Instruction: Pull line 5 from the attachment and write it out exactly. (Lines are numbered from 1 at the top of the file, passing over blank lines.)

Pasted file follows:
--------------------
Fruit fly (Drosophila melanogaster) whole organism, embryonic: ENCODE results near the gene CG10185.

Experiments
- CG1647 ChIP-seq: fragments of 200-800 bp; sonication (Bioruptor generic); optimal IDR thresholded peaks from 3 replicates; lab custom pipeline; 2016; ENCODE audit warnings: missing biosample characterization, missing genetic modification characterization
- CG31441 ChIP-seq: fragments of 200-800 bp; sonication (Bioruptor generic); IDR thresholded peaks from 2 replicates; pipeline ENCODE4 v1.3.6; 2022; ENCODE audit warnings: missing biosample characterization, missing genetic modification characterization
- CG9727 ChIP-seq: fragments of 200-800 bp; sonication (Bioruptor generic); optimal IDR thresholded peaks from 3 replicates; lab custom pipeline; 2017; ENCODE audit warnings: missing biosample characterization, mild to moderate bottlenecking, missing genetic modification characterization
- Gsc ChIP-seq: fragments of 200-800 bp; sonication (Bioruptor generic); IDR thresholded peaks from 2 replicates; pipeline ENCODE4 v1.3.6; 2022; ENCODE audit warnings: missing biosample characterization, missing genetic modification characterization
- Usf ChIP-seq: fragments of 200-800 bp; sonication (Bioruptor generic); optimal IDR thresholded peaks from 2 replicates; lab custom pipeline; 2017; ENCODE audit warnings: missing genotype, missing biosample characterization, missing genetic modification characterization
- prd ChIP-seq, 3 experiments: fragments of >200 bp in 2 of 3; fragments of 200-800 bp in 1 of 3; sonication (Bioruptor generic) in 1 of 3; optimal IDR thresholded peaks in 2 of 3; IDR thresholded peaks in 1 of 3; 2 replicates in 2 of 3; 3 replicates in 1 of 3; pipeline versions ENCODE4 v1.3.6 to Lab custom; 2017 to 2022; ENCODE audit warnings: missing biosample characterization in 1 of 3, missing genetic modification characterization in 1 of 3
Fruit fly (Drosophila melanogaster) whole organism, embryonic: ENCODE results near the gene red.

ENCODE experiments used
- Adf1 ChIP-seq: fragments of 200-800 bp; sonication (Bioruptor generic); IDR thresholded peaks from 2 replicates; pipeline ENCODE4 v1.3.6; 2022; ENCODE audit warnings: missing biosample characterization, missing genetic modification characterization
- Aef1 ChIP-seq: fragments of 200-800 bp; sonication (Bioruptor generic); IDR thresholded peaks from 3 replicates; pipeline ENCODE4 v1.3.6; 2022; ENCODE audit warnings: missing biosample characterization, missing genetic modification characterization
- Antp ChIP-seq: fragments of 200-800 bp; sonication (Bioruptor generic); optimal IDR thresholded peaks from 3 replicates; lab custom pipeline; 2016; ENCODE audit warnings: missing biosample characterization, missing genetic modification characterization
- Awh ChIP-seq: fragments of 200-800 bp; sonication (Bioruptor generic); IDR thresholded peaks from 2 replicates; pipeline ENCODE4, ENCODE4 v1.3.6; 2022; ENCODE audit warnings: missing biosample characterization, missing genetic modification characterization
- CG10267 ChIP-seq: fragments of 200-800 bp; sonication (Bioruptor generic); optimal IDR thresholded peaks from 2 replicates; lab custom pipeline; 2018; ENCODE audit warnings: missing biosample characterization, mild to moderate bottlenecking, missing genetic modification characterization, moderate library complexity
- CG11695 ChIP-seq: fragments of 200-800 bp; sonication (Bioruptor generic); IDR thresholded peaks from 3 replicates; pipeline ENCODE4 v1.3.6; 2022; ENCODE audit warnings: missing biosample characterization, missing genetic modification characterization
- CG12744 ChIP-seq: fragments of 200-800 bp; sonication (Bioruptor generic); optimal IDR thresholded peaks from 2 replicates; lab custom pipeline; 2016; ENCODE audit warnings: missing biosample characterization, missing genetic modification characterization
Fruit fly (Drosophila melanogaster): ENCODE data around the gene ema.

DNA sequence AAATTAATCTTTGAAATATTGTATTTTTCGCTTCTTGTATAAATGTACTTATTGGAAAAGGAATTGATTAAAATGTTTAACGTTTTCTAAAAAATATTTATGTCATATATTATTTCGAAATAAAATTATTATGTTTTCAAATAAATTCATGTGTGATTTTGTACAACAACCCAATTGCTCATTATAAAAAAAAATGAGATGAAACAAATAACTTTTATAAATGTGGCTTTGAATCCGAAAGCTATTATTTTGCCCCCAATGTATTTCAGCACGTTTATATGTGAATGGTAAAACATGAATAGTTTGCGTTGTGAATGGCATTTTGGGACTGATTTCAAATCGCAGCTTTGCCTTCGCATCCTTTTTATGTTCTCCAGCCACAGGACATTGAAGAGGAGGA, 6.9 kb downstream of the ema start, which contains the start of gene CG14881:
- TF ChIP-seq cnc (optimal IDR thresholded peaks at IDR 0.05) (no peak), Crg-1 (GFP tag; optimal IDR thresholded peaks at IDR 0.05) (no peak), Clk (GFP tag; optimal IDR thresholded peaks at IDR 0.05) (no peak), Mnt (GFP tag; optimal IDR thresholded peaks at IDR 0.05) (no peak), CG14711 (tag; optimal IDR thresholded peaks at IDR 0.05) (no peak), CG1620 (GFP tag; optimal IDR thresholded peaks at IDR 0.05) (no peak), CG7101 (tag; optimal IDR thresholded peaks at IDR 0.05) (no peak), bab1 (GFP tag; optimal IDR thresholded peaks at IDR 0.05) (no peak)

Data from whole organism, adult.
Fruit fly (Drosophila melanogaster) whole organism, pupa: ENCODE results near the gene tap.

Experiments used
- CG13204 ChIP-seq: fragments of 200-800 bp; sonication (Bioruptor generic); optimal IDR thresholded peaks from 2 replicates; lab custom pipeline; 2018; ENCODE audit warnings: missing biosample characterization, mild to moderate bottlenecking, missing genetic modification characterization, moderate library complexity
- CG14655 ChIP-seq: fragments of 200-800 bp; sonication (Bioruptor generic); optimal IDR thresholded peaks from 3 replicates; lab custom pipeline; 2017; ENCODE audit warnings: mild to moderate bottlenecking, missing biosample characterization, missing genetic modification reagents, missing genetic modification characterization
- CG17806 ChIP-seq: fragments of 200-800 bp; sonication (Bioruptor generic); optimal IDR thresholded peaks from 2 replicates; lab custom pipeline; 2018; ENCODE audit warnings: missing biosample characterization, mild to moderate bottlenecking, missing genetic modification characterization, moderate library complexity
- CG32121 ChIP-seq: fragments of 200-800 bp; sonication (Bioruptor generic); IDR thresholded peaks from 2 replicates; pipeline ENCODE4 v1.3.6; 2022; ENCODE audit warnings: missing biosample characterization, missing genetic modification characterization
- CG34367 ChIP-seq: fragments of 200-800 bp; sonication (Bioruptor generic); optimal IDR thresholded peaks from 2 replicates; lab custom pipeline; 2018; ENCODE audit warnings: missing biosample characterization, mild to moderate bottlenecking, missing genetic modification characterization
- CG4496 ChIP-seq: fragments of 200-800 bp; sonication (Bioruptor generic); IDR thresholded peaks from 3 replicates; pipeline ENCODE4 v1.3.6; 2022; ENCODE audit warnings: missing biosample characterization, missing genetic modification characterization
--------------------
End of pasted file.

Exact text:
- CG9727 ChIP-seq: fragments of 200-800 bp; sonication (Bioruptor generic); optimal IDR thresholded peaks from 3 replicates; lab custom pipeline; 2017; ENCODE audit warnings: missing biosample characterization, mild to moderate bottlenecking, missing genetic modification characterization